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What is Ian Hobbs Reading?

What is Ian Hobbs Reading?

Ian Hobbs 2Today, in our series What Are You Reading, we ask Ian Hobbs, avid reader and Senior Manager (Social Care Commissioning) at Devon County Council, what holds his literary interest right now.

What are you reading at the moment? Why would our readers enjoy reading it?

I’m reading The Solace of Open Spaces by Gretel Ehrlich. In 1976 Gretel left her home in New York to make a film about sheepherders in Wyoming. She never left.

The book is beautifully written – deeply honest, and profound but also sumptuous in her descriptions of the people and their lives, landscape and natural world, the climate and her own journey from bereavement to salvation. It is a tough book, which is peppered with humour and humanity.

The most memorable book you read in 2020; and why?

I’m going to cheat and give you two as I can’t choose between them – Les Miserables by Victor Hugo and The Glass Bead Game by Herman Hesse.

Les Miserables is a remarkable book. I’d anticipated it being a challenging read but it wasn’t at all. Hugo is a master storyteller and reminiscent of Dickens (who was his contemporary). I loved the plot, though its twists and turns are gloriously improbable. It is rich in character development (which I also love) and held me throughout. A long book (1400+ pages) I immersed myself in it for a month during November and December – a glorious winter read. I also learned a huge amount about French history and that illuminated a lot for me about modern France. The settings in Paris in particular are familiar to me – especially the scenes in Le Marais where I’ve stayed several times – and I was right there in the street with the people when they were manning the barricades. I’ve never watched the film or play but am glad I read the book first.

Written in the 1930s The Glass Bead Game is simply remarkable. I hardly know how to describe it. It is set in Castalia in the 23rd Century, a world where intellectual excellence is nurtured in a state which is apart from the rest of the country – so that the scholars can develop undisturbed by daily life – though they do venture into it. We follow the main protagonist, Joseph Knecht, from childhood through to becoming a master of the game. The game is never truly explained – it can last weeks and is a fusion of music, art, science etc in pursuit of aesthetic perfection. The book is rich in so many themes but as Hesse was persecuted by the German state for his anti-fascist views, it has a contemporary, allegorical feel.

A book you return to and reread; and why?

I don’t re-read many books – my TBR list is too long! However, in recent years I have re-read The Garden of Evening Mists by Tan Twan Eng several times.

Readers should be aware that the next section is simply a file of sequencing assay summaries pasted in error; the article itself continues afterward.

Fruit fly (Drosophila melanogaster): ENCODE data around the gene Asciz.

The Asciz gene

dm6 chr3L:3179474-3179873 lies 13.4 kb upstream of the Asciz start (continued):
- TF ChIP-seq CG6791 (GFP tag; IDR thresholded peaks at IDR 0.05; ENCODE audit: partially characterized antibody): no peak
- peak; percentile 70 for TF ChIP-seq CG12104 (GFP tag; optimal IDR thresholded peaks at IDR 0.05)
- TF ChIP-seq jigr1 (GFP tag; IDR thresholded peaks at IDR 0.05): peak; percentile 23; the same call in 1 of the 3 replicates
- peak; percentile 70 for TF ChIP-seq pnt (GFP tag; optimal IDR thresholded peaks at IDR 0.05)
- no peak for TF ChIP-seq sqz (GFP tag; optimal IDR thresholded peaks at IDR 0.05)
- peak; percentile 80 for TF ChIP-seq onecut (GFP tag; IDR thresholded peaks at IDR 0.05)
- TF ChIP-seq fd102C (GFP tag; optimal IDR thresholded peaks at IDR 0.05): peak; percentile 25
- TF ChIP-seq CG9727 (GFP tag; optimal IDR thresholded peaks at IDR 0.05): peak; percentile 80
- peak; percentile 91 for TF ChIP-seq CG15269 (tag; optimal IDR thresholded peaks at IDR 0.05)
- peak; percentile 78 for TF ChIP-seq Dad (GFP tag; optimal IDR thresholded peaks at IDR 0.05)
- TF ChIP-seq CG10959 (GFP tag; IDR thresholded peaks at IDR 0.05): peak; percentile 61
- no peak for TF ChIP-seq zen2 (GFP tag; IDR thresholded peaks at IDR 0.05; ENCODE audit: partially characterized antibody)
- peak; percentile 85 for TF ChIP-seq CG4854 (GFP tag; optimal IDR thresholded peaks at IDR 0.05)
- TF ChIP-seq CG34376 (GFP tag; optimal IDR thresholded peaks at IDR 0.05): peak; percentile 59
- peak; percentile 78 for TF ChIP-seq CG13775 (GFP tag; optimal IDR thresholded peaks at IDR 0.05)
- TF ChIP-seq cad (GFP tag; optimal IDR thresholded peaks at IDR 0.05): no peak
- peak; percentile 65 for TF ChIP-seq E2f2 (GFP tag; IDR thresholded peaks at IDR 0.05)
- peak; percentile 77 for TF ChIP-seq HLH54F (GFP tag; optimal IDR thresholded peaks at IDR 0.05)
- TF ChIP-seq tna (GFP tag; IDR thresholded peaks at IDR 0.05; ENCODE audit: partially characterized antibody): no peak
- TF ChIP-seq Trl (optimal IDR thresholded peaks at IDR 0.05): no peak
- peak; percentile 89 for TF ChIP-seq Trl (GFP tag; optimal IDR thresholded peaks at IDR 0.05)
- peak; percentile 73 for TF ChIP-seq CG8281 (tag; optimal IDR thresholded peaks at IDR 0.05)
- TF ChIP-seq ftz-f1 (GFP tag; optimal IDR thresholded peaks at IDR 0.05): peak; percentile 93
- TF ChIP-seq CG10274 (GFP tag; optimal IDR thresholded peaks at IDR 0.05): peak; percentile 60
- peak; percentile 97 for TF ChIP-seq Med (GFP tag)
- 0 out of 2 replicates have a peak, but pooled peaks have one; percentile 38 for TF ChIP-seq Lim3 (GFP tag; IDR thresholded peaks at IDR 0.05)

Set in the mountains of Malaya, this is multi-layered book. It is superficially about memory but is truly about so much more. A retired judge, Yun Ling returns to a house in the mountains that she shared with a Japanese gardener, Aritomo, (who had been exiled from the Emperors court – or maybe not?). In the second world war she was interned with her sister in a camp by the Japanese. Her sister died but only after the Yun Ling promised to build her a garden in a particular Japanese tradition. Despite her hatred of the Japanese she becomes apprenticed to Aritomo and what follows is a deeply moving account of the internment, her relationship with Aritomo, his traditions and secrets.

The book is rich in description, character development and illuminates the history of the period, both symbolically (the garden, art and literature) but through the plot. The first third is slow but sets the scene for the remarkable second two thirds of the book. Everyone I have recommended it to has loved it.

Your favourite book of all time; and why?

Almost impossible to answer but I won’t cheat again, having done that once already and I’ll settle on Anna Karenina by Leo Tolstoy.

I am in awe of Tolstoy. Nominally about Anna and her infidelity this book is about so much more. It deeply explores Russia – its history, social order, politics and its economic and intellectual development. It does so in a very accessible way through a wonderful cast of characters who we grow with through the book in all their complexity. Tolstoy handles his characters with unparalleled subtlety. He slowly peels away their layers and reveals so much about the human condition whilst telling a story which is engaging and compelling.

I have probably read the book 5 or 6 times and every time I discover something new. Last year I listened to it as an audio book and spent many happy hours walking in Devon whilst transported to Russia.

People may think that Tolstoy is hard to read (or listen to) but he is not. His books are beautifully written and, albeit of their time, still work today.

Ian Hobbs

Ian Hobbs is Senior Manager (Social Care Commissioning) at Devon County Council. He is an avid reader and the founder of Devon Book Club, an online community of more than 4,000 readers who meet to discuss all things literary via Goodreads, Facebook and Twitter (plus occasionally getting together in real life for bookish chat, tea and cake!)